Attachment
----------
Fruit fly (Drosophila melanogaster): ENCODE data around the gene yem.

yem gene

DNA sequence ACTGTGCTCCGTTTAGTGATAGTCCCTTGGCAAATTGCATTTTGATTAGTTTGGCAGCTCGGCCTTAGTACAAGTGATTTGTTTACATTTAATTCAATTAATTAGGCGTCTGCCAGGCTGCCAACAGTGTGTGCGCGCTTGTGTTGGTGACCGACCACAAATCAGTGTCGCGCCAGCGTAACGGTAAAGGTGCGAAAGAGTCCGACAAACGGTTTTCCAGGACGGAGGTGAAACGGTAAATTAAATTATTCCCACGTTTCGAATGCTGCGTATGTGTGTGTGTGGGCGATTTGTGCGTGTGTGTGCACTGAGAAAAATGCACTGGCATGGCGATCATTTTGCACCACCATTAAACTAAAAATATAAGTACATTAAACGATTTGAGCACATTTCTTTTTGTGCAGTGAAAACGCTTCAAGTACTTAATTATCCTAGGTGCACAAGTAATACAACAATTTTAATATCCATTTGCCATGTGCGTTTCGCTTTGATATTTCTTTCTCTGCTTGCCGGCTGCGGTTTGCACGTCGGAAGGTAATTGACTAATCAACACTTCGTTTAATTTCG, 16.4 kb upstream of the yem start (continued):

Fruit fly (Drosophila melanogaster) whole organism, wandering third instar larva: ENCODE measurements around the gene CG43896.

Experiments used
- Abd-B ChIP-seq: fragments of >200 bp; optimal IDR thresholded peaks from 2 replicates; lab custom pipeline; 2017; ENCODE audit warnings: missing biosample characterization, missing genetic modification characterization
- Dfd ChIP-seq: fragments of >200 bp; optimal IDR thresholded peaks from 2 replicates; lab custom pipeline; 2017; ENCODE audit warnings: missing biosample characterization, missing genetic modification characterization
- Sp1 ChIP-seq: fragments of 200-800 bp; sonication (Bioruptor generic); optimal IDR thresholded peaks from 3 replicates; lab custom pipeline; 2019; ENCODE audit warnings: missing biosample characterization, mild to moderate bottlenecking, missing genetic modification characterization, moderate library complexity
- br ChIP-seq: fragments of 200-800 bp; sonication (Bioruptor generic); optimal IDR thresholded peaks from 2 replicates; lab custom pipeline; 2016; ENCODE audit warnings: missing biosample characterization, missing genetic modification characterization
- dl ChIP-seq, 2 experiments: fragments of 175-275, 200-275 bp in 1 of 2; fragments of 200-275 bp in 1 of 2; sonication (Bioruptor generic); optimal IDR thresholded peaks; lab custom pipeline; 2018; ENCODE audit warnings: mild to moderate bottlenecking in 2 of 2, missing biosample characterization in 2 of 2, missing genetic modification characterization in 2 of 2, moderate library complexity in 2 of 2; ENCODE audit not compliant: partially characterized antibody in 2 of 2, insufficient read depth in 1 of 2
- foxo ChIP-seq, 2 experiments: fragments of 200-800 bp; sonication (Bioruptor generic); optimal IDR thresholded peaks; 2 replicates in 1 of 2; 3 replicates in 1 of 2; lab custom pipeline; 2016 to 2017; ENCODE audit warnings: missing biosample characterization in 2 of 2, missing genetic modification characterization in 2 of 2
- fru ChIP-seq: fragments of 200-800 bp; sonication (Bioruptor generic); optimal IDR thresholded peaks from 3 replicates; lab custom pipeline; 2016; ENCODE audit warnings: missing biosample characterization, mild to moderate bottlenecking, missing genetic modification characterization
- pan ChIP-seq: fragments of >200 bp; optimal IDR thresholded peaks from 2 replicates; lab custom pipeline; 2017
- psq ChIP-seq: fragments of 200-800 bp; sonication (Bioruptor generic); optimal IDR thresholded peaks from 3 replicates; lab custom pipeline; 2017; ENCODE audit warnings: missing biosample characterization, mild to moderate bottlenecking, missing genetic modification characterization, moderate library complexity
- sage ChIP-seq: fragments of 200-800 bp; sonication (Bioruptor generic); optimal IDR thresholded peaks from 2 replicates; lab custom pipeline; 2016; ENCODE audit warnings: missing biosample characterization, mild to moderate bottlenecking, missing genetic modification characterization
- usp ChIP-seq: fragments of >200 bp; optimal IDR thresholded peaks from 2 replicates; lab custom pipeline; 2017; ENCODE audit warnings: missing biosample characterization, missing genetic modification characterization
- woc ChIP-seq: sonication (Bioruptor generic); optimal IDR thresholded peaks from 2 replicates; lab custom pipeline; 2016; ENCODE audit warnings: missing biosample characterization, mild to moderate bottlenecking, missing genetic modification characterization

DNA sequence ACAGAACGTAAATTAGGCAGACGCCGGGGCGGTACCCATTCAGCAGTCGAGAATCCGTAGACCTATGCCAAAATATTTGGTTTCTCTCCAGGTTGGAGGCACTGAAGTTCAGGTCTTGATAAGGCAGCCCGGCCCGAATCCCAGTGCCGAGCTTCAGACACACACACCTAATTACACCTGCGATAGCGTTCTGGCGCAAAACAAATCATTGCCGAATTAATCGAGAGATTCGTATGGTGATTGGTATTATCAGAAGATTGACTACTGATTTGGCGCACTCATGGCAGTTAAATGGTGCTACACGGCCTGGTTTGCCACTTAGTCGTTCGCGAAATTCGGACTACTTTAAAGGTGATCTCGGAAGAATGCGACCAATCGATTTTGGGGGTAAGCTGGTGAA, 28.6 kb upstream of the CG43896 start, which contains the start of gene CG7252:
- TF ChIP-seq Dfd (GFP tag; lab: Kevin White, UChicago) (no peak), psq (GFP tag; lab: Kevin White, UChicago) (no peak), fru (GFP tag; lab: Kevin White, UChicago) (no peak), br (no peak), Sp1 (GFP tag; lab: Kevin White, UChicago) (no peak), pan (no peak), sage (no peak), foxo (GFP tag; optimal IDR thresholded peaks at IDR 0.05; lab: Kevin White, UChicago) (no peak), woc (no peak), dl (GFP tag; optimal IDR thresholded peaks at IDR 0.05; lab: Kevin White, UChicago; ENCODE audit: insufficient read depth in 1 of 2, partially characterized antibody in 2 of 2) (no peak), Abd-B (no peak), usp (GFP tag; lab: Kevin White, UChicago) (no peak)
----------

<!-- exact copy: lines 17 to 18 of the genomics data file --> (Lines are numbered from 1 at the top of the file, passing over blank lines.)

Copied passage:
- woc ChIP-seq: sonication (Bioruptor generic); optimal IDR thresholded peaks from 2 replicates; lab custom pipeline; 2016; ENCODE audit warnings: missing biosample characterization, mild to moderate bottlenecking, missing genetic modification characterization

DNA sequence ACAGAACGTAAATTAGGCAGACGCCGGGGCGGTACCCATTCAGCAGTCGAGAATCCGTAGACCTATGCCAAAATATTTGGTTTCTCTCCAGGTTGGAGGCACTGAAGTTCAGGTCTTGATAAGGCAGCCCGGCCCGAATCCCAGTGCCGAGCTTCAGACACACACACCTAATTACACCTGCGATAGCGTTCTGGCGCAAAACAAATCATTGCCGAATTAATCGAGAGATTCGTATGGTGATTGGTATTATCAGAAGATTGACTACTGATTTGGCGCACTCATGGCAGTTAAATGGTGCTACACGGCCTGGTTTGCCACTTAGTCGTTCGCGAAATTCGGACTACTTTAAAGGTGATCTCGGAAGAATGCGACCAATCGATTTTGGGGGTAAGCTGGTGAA, 28.6 kb upstream of the CG43896 start, which contains the start of gene CG7252: